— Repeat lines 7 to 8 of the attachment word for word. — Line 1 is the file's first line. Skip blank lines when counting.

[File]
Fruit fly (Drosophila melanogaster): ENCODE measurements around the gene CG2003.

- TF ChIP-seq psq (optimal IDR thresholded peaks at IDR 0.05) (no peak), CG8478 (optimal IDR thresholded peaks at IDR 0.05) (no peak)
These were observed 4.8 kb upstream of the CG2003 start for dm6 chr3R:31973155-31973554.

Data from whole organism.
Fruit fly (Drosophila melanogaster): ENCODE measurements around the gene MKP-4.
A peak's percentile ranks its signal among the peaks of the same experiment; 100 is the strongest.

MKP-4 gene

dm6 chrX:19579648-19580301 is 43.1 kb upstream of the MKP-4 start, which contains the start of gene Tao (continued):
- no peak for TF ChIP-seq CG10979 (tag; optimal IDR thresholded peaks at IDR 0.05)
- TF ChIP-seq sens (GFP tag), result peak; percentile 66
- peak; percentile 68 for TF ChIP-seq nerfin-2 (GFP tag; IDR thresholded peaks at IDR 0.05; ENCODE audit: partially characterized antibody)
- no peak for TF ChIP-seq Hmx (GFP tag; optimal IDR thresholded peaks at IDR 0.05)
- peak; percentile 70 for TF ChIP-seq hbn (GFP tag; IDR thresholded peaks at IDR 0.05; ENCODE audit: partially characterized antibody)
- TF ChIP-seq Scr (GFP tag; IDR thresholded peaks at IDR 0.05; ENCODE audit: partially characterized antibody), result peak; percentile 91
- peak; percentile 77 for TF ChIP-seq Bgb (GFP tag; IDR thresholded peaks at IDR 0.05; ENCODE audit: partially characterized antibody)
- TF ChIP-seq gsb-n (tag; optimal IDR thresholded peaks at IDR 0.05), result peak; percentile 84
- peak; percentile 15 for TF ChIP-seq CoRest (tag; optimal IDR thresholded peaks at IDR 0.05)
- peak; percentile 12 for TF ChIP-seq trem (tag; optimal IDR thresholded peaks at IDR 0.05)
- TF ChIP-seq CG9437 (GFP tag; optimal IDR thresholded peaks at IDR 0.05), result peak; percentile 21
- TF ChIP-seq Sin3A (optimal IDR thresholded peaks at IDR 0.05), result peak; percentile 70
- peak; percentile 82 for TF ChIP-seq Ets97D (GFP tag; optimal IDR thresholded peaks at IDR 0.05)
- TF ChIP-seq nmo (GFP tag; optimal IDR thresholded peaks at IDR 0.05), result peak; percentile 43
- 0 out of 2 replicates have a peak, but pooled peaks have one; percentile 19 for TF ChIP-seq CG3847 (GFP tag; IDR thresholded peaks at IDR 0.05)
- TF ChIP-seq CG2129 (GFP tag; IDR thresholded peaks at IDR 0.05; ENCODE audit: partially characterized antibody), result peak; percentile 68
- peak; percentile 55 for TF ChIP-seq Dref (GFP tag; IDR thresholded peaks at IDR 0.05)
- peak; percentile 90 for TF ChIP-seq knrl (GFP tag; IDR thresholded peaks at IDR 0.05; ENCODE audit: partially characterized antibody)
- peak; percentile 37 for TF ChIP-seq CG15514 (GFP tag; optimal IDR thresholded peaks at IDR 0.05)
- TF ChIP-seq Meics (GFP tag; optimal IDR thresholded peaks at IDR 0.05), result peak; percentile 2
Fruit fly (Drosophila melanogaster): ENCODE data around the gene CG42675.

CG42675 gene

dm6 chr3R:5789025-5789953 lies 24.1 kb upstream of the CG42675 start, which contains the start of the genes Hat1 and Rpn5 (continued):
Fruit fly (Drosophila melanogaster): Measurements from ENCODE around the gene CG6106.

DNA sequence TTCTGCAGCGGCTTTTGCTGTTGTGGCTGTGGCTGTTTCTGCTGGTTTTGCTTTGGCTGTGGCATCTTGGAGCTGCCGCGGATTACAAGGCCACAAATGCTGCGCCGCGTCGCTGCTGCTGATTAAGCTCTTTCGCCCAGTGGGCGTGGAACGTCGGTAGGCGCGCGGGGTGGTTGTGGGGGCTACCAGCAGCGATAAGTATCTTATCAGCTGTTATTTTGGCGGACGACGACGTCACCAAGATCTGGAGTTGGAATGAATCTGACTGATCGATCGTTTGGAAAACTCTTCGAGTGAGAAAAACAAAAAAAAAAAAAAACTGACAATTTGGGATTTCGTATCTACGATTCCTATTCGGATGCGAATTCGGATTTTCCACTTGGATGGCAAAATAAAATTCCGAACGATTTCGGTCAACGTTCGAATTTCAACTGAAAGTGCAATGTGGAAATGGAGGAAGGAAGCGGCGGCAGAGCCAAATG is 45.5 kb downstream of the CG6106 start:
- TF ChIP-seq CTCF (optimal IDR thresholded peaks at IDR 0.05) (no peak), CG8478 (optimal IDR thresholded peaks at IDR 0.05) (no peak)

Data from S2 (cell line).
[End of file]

MKP-4 gene

dm6 chrX:19579648-19580301 is 43.1 kb upstream of the MKP-4 start, which contains the start of gene Tao (continued):